Can't win for winning, so Nuggets should lose


March 22, 1998|By Jerry Bembry | Jerry Bembry,SUN STAFF

Here's a bit of advice to the Denver Nuggets: Just lose it.

All season, the Nuggets have been awful. Beyond awful. And everyone had just assumed that they'd finish the season with nine wins or less, tying or beating the season of futility of the Philadelphia 76ers team that went 9-72 in 1972-73.

But with a win over the Washington Wizards last week, the Nuggets had won three of four games. They nearly made it four of five, finally losing by one in overtime to the Toronto Raptors on Thursday. And suddenly, with 14 games remaining, the Nuggets have a chance to record double-digit wins, which would make them simply another bad team. No different from, say, the Golden State Warriors or the Los Angeles Clippers.

The alternative is much more appealing. Nine wins or fewer makes the Nuggets part of history. And in the future, when another bad team suffers through winning just five games during the first half of a season, current Nuggets like Bobby Jackson, Johnny Newman and Dean Garrett can get their moment in the spotlight reflecting on what it was like to experience the worst season ever. Who knows, there might even be a movie deal.

Hey, it's just a thought, guys. Think of the fame and of your place in history. Nobody knows who you guys are now -- if you set the record, everyone will know your name.

Sounds appealing, doesn't it? Sure it does. So after a season of internal sniping and double-digit losing streaks, don't talk now about turning the season around now. It can't be turned around, not when your town's NFL team had more wins than you do.

So take my advice: Just lose it.

Seikaly vs. Magic

Where did all of this bad blood between New Jersey Nets center Rony Seikaly and the Orlando Magic come from?

Seikaly, who was traded from the Magic to New Jersey just before the trading deadline, had harsh words for Orlando assistant Brendan Suhr and Magic center Danny Schayes on the eve of Thursday's meeting between the teams. Seikaly said he has been criticized by Suhr (for being selfish and soft with Orlando), and took offense to a remark made by Schayes that Orlando is a better team without Seikaly. He blew up during interviews with media from New Jersey and Orlando.

"Brendan Suhr. You talk about cancer," said Seikaly, who played his first game with New Jersey last week. "He talks about Chuck [Daly, the coach] to me, [assistant] Tom Sterner, then Penny [Hardaway], then Danny Schayes to me, and he goes down the line killing everybody and abusing everybody.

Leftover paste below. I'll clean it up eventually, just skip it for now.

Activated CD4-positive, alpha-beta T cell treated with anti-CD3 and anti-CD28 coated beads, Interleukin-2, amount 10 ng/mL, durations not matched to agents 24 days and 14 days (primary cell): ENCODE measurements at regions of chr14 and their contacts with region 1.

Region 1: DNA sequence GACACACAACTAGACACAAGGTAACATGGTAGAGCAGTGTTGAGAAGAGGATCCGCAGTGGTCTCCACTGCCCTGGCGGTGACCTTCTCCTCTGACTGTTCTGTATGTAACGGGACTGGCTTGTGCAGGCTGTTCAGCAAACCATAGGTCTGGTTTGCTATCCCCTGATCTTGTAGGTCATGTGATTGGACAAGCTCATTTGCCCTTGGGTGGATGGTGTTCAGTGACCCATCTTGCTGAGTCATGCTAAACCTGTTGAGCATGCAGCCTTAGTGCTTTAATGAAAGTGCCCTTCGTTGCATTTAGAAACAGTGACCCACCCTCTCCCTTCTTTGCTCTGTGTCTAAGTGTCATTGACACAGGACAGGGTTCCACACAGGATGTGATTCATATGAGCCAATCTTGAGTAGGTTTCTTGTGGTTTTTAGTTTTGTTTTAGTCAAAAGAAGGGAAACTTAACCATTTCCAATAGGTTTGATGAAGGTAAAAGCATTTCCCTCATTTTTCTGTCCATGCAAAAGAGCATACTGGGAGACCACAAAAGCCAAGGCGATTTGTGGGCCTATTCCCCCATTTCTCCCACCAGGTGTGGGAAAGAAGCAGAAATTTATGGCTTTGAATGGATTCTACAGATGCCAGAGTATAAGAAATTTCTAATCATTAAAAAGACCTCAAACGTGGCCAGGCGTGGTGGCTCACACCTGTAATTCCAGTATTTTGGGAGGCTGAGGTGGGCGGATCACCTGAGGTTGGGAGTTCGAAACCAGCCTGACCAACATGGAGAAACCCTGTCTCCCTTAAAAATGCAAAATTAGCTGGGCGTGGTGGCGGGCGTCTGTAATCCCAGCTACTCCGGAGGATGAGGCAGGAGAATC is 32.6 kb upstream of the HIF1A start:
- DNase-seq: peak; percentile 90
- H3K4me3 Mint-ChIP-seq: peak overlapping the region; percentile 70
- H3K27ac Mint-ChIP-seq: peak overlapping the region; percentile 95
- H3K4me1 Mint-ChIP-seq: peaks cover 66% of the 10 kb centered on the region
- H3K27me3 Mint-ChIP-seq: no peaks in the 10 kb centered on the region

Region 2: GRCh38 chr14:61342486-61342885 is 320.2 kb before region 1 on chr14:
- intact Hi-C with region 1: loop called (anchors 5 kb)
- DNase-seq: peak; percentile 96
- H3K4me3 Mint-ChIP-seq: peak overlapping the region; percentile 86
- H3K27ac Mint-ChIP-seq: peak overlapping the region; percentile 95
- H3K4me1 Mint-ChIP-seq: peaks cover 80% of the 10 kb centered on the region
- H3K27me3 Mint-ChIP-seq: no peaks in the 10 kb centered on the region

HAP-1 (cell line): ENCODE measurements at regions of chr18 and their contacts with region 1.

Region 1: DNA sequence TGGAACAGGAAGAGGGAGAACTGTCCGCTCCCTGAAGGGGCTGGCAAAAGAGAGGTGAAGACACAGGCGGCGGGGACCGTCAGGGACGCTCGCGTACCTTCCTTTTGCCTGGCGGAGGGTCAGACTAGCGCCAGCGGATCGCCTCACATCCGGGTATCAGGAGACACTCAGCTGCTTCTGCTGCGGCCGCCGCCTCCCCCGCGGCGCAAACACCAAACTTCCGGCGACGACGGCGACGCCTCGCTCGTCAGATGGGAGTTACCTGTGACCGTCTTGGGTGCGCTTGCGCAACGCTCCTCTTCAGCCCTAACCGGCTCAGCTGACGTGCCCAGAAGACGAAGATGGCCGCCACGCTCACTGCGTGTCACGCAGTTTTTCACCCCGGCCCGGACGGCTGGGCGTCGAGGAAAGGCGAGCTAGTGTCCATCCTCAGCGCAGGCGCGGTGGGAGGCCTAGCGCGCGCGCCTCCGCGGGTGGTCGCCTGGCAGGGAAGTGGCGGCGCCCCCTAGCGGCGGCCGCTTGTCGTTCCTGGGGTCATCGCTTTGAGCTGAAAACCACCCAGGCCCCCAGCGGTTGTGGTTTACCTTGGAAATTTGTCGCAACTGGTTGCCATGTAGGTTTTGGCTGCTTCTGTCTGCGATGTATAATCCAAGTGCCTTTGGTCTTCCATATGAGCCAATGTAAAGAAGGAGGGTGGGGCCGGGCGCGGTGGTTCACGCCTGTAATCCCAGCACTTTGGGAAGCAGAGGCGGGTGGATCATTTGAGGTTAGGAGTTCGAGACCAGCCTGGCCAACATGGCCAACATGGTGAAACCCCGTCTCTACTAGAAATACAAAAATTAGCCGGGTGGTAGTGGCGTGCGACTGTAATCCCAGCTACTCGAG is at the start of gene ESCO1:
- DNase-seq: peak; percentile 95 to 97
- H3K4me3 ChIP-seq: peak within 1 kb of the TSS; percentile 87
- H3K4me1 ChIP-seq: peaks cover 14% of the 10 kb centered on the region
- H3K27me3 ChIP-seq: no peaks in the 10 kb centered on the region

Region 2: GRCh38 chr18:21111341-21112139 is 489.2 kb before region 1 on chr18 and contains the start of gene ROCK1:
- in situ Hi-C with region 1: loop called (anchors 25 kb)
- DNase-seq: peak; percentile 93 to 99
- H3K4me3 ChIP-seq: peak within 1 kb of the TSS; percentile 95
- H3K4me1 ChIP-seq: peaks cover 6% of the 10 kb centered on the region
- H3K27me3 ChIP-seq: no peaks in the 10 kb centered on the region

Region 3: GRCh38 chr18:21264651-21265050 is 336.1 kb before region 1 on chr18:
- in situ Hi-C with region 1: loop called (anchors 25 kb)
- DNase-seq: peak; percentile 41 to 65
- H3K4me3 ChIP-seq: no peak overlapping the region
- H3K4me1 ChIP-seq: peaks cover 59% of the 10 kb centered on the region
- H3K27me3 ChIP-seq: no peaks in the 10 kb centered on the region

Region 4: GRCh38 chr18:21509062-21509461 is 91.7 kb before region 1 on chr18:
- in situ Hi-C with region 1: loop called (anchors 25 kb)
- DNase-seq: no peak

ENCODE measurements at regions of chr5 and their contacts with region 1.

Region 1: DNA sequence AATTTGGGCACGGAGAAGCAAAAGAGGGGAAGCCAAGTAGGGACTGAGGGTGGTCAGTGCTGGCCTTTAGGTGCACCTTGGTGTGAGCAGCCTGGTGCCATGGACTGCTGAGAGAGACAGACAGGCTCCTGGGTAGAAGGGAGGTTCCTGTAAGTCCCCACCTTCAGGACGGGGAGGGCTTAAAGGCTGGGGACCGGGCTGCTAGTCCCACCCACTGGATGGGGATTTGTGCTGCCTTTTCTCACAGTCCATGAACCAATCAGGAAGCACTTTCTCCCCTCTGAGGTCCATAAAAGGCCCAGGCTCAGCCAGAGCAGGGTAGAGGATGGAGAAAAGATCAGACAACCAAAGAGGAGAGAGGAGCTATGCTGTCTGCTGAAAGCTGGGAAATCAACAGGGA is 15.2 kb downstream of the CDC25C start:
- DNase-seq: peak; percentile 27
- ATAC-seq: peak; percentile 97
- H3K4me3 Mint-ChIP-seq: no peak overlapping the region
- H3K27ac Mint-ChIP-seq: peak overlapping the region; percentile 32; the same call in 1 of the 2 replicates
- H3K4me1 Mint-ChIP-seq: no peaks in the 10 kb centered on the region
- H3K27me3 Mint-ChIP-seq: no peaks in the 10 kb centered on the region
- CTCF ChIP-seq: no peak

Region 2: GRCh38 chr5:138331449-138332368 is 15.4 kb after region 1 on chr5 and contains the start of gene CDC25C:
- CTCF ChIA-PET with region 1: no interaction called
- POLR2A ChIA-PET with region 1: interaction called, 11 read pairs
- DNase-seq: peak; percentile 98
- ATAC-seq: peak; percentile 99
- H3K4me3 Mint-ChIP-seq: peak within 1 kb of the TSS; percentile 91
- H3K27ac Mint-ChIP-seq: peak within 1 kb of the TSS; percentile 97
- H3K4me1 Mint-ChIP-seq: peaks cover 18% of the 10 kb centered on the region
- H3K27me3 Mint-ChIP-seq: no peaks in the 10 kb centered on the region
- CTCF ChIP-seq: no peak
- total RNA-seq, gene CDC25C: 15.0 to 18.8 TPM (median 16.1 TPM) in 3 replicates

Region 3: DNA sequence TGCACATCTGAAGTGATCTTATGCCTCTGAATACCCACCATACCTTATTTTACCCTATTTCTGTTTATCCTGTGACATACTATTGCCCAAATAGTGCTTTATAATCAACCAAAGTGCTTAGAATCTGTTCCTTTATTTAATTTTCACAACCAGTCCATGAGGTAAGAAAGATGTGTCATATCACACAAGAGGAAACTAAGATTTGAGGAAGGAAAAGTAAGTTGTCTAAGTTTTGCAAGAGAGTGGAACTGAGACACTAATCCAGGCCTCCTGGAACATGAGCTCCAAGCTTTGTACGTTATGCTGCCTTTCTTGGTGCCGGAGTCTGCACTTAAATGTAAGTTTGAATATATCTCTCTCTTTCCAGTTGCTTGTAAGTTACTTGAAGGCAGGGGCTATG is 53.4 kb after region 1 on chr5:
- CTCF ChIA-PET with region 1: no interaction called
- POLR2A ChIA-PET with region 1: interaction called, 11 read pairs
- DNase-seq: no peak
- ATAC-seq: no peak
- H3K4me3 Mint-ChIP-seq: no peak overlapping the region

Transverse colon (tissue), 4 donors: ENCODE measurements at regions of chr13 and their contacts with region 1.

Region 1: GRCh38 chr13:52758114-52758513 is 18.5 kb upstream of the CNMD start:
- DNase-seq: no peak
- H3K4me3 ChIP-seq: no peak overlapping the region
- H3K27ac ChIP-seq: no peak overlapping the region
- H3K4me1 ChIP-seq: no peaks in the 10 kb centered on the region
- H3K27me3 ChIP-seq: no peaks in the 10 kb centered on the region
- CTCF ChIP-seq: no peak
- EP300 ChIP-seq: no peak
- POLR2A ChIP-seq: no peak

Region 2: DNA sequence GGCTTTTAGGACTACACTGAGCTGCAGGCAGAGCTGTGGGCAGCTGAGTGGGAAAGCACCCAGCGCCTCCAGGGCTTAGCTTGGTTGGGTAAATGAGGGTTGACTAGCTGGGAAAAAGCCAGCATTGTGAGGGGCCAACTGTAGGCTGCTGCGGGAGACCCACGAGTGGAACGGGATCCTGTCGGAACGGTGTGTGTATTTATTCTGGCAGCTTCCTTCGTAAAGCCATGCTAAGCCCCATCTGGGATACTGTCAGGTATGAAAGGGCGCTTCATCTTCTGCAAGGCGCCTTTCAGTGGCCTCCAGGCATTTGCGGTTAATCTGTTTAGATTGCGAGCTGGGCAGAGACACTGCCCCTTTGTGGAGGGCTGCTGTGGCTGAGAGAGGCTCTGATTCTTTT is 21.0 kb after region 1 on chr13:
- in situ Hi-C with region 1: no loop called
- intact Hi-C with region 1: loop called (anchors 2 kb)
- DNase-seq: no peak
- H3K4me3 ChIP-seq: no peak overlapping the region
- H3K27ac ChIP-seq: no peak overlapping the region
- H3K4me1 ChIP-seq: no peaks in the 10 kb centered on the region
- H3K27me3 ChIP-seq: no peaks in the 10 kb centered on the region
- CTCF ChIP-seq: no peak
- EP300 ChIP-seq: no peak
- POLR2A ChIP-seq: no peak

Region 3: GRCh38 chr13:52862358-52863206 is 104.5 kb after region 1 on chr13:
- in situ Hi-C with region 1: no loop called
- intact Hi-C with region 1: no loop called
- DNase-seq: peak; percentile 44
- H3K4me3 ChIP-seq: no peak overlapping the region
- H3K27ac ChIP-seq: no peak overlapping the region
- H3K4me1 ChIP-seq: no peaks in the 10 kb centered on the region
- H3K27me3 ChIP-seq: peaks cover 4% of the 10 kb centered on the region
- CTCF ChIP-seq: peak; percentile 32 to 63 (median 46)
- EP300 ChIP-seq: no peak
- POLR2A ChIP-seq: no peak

"Then he goes to the same guys and kills the other guys. He just feeds you whatever you want to hear, and then he goes to the next guy and kills you. How can you have an assistant coach doing this stuff?"

Suhr's response: "I never get disappointed. I only get disappointed if my two children don't like me."

Thought that was harsh? Here's what Seikaly said about Schayes: "I don't know how Danny can say something like that. Has he ever watched film of himself play? Is he taking drugs? The only rebounds he gets are the ones that fall into his hands. He's been in the league 18 years, and no one else sees his game the way he does.

"Danny Schayes must look at basketball the way he looks at his clothes. He comes to the games in a powder-blue suit trying to match his wife's clothes, and he thinks that looks good. He sees his basketball the same way."

Ouch. There's no report what Mrs. Schayes wore during Friday's game in Orlando against Portland.

Around the league

Is anyone else tired of Karl Malone's whining? First the All-Star forward threatens to carry a gun at all time. Then he criticizes Los Angeles Lakers guard Kobe Bryant and teammate Greg Ostertag during an ESPN interview. And this week Malone starts moaning after getting accidentally raked across the eyes by Charlotte Hornets guard David Wesley.

"He didn't even go after the ball," Malone said after his team was routed by Charlotte. "I'll throw that one in my memory banks. That's all."

We're sure Malone, who only has a nine-inch, 55-pound edge on Wesley, will come back with a vengeance next season. Had he only showed that much toughness during last year's NBA Finals, maybe the Jazz would be looking to repeat as champions now.

The Chicago Bulls are 8-1 with Dennis Rodman, 6 feet 7, starting at center in place of the injured Luc Longley. With Rodman at center and Toni Kukoc, 6-10, at power forward, the Bulls are a better offensive team.

"It gives us more speed and quickness," said Bulls reserve guard Steve Kerr. "With Luc and Dennis, we'll pound the ball inside more. With Dennis and Toni, it spreads the floor and gives us four guys who can handle the ball and score while [Rodman] is going to grab every rebound. It's nice to have both options."

Said Scottie Pippen: "Nothing against Luc, but I feel very comfortable with Dennis playing the center position. We're just a much quicker team. Our offense runs quicker, and we have more lanes to take the ball to the basket."

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